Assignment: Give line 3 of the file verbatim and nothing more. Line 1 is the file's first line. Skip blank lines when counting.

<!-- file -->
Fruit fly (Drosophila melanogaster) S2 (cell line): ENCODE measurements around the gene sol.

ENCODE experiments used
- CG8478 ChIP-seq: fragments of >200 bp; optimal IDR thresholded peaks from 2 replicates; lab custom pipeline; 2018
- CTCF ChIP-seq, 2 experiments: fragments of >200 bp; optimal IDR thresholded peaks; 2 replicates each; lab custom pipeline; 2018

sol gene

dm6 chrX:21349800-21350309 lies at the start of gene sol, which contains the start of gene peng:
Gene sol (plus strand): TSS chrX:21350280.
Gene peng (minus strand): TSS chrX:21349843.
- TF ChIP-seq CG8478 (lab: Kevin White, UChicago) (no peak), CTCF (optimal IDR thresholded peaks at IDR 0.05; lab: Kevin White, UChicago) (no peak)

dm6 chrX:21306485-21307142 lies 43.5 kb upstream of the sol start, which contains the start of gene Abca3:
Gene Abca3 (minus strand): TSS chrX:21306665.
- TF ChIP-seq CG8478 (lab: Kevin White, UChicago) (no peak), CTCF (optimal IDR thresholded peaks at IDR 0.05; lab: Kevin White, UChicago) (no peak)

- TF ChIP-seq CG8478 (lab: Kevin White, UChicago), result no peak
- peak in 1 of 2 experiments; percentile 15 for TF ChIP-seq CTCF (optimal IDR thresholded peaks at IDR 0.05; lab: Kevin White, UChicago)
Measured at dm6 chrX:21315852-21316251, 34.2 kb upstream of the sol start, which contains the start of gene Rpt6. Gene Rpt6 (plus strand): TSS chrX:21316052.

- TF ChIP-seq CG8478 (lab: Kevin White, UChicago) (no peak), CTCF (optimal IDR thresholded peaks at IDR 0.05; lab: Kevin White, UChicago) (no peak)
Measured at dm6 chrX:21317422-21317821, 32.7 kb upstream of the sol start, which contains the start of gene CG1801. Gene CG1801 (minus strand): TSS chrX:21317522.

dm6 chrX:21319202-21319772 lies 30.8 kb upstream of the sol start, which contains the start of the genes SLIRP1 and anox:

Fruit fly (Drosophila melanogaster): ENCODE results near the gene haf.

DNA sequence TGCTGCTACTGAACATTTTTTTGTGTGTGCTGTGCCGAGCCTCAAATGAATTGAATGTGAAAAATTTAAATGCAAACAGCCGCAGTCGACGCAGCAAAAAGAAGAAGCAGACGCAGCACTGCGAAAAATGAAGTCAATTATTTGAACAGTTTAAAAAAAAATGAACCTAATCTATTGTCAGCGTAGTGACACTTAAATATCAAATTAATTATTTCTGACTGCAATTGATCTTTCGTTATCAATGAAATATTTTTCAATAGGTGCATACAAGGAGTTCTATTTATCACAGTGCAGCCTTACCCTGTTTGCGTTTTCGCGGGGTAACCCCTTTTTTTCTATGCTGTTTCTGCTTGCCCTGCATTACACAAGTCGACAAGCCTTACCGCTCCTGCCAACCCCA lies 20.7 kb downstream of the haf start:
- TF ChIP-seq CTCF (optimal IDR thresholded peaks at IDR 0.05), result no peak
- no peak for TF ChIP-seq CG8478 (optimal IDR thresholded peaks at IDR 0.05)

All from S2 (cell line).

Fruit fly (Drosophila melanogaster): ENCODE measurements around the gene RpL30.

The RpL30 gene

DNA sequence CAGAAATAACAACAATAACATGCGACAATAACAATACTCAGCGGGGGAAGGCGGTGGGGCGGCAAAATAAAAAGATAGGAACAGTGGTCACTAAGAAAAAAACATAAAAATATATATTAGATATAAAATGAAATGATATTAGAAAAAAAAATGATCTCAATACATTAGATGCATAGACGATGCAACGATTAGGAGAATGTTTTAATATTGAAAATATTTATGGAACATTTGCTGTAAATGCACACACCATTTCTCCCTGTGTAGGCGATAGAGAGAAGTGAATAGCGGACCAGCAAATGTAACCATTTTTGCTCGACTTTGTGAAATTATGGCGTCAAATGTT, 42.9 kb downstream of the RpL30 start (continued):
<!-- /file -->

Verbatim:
- CG8478 ChIP-seq: fragments of >200 bp; optimal IDR thresholded peaks from 2 replicates; lab custom pipeline; 2018